HANDMAIDS of Our Lord Sister Mary Garnier celebrated her golden jubilee of religious profession not long ago, but sees no reason to slow down.
Sr Mary joined the order – founded in Papua New Guinea in 1918 – in 1960 and was professed three years later in 1963.
“My golden jubilee is from the time I was first professed so that’s almost 53 years,” she said.
Sr Mary has notched up a couple of significant milestones in those 53 years.
She was general of the order for two terms, she is credited as the first Torres Strait Islander to receive a university degree and she was awarded an Order of the British Empire for her work in Papua New Guinea.
The latter two milestones are apparently not that important to the woman who has spent her life serving God.
Mary was born on Poruma (Coconut) Island in the Torres Strait and moved to Thursday Island for a couple of years, and then to Hammond Island where she grew up. Her grandfather was Catholic and her parents Anglicans, with Mary choosing to be baptised into the Catholic Church when she was “about eight years old”.
“My grandfather was French, he was a pearl diver and decided to settle on Coconut Island and that’s where he brought up his family but my mother’s family are from Iama (Yam) Island,” she said.
Mary’s early education had a hand in her choosing her faith.
“My parents put me to school with the Catholic sisters (Daughters of Our Lady of the Sacred Heart) on Thursday Island and I just felt strongly that I wanted to be a Catholic,” she said.
Her education with the sisters continued at St Joseph’s school on Hammond Island before she moved to mainland Australia for secondary studies.
“For me there was no high school on Thursday Island and I wanted to go to what you call secondary school, and the priest and the sisters helped me to go to Charters Towers to St Mary’s as a boarder,” she said.
While at boarding school Mary enjoyed languages, but was to later study maths and science at university.
“My first interest was really learning French and English, it wasn’t science and maths. That came later,” she said.
So why did a teenage Mary who had been educated by other orders choose to join the Handmaids of Our Lord?
“I had an aunt who joined the order,” she said. “My parents found out when I was a child that my aunt was still alive in Papua New Guinea and she had gone across to join the Handmaids, and four of them returned to visit us in 1953 and ’54 and that was the first time I saw the Handmaids and I thought about being like them.”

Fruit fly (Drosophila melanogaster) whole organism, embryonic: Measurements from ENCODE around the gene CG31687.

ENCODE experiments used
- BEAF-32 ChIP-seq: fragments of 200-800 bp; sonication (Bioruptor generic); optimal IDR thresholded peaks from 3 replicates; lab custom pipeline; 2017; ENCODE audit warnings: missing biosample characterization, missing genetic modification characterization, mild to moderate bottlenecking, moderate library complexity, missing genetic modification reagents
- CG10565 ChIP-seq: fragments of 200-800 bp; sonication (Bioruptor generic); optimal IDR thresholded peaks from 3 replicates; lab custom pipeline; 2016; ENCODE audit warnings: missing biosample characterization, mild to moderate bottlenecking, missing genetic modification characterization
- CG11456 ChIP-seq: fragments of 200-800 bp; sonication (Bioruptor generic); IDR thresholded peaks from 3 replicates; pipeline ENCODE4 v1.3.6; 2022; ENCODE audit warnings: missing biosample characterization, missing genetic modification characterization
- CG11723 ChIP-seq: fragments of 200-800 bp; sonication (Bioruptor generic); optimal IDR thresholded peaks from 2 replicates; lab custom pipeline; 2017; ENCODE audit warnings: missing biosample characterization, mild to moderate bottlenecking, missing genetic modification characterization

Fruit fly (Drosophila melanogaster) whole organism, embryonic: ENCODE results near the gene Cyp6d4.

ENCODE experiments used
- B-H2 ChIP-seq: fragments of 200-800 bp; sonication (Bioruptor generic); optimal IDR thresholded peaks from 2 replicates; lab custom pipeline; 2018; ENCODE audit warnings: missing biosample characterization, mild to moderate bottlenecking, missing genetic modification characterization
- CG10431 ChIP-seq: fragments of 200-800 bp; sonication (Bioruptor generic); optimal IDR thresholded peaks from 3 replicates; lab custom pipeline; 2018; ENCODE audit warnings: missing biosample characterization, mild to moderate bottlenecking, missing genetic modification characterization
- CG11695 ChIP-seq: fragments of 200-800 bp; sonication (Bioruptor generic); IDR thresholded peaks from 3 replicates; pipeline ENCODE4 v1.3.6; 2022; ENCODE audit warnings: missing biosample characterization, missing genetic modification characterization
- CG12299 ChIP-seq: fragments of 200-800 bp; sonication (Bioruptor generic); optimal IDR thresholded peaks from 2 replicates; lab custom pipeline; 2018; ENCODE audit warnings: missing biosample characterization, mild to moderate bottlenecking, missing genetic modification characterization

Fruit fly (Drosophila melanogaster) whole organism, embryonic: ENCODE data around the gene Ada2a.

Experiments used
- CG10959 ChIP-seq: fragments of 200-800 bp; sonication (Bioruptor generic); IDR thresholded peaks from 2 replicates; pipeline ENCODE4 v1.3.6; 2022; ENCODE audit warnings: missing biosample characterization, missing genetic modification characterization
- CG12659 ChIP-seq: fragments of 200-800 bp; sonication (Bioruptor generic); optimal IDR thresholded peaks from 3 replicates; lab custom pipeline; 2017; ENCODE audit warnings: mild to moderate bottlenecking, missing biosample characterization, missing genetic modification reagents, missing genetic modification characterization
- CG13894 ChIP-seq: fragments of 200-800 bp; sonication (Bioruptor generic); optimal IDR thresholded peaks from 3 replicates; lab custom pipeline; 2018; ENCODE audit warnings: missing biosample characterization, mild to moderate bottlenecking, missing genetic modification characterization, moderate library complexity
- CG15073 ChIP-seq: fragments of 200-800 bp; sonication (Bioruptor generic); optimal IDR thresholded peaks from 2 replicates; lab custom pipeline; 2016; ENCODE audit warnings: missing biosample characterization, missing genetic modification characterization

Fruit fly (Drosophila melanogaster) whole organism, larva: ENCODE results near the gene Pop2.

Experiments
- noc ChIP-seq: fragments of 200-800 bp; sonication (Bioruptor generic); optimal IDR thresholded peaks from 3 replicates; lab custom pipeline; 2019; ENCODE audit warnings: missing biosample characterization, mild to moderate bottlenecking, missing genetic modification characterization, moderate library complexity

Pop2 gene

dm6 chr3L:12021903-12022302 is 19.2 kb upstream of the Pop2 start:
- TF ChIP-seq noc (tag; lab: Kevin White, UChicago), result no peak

Mary was still a teenager when she moved to Papua New Guinea and entered the order. Her first ministry was teaching primary school. She returned to Hammond Island for a year after her profession and taught with the Daughters of Our Lady of the Sacred Heart before heading back to PNG to continue her teaching ministry. It was several years later that she headed back to her own studies and became the first Torres Strait Islander to receive a degree.
“Well that’s what they say anyway,” Sr Mary said.
She began her university study in 1967 and was one of only the second cohort of students to enrol at the “new” University of Papua New Guinea in Port Moresby.
“After that I taught in two secondary schools,” she said. “The first one was Gordon International High School which later, after I left, converted to a Papua New Guinea high school. “Later I went to De La Salle high school (Port Moresby), an all-boys’ school. Gordon high school was co-ed.”
After a half-dozen years teaching secondary school students Sr Mary’s ministry led her into the administrative side of the order and during the next 23 years she was to fulfil many roles including two, six-year terms as general from 1997 to early 2010. Sr Mary said those years were spent in Papua New Guinea where the Handmaids of Our Lord started.
Following her terms as general, Sr Mary returned to Australia for a year of renewal before finding herself back in the schoolyard.
“I did a couple of years working at Mount St Bernard College (Herberton), two days up there and two days at the Flexible Learning Centre (run by Cairns Catholic Education Services). This year I transferred down here, (Bentley Park) and I’m doing a couple of days in two primary schools (St Therese’s, Bentley Park, and St Michael’s, Gordonvale) and the Flexible Learning Centre.”
Sr Mary’s OBE is not something she dwells on.
“Do we have to talk about that?” she said.
She received the award for her “work in PNG in the area of education and my other services up there”.
Sr Mary said her vocation led her to achieve the desire to give and to do more with her life.
“I had the desire to be educated, I had the desire to go further than what they were offering us on Hammond Island and on Thursday Island, and I wanted to do something to better myself maybe not fully understanding what it meant at that time but I wanted to go further,” she said.
Her message to today’s young Torres Strait Islanders is not to just settle for the way of life they have.
“Don’t just settle for that. Go for something that you can do, that you can contribute to society in using your skills,” she said. “Your skills are given not only for yourself; it’s for everybody too, to use for other people. I think if you can develop whatever talents you have then you can use it to help other people and also to better yourself.”
Sr Mary has no plans for retirement just yet.
“I’m not requiring a walking stick or anything yet, I’m going alright, and I feel energetic,” she said. “I’m happy with what I’m doing now and I think when things begin to show something different I will think of something different to do but I like to work with the children.”
– Robin Williams